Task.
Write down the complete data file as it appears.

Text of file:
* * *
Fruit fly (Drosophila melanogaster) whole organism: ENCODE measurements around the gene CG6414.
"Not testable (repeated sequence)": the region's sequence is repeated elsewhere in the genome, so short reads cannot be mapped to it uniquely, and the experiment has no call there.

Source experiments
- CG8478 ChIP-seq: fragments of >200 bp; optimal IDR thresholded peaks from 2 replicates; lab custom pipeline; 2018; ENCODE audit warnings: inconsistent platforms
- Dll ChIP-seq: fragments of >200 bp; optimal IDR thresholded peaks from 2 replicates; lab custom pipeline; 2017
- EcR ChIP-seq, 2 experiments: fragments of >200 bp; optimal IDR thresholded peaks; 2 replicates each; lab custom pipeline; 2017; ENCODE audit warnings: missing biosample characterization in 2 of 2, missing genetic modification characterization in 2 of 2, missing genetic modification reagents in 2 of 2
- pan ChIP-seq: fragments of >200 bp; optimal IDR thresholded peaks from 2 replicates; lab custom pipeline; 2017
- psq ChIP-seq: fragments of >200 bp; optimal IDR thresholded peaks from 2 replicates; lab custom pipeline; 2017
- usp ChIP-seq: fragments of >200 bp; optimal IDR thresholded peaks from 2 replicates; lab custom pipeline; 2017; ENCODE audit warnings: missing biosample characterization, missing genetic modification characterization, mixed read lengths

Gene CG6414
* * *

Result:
Fruit fly (Drosophila melanogaster) whole organism: ENCODE measurements around the gene CG6414.
"Not testable (repeated sequence)": the region's sequence is repeated elsewhere in the genome, so short reads cannot be mapped to it uniquely, and the experiment has no call there.

Source experiments
- CG8478 ChIP-seq: fragments of >200 bp; optimal IDR thresholded peaks from 2 replicates; lab custom pipeline; 2018; ENCODE audit warnings: inconsistent platforms
- Dll ChIP-seq: fragments of >200 bp; optimal IDR thresholded peaks from 2 replicates; lab custom pipeline; 2017
- EcR ChIP-seq, 2 experiments: fragments of >200 bp; optimal IDR thresholded peaks; 2 replicates each; lab custom pipeline; 2017; ENCODE audit warnings: missing biosample characterization in 2 of 2, missing genetic modification characterization in 2 of 2, missing genetic modification reagents in 2 of 2
- pan ChIP-seq: fragments of >200 bp; optimal IDR thresholded peaks from 2 replicates; lab custom pipeline; 2017
- psq ChIP-seq: fragments of >200 bp; optimal IDR thresholded peaks from 2 replicates; lab custom pipeline; 2017
- usp ChIP-seq: fragments of >200 bp; optimal IDR thresholded peaks from 2 replicates; lab custom pipeline; 2017; ENCODE audit warnings: missing biosample characterization, missing genetic modification characterization, mixed read lengths

Gene CG6414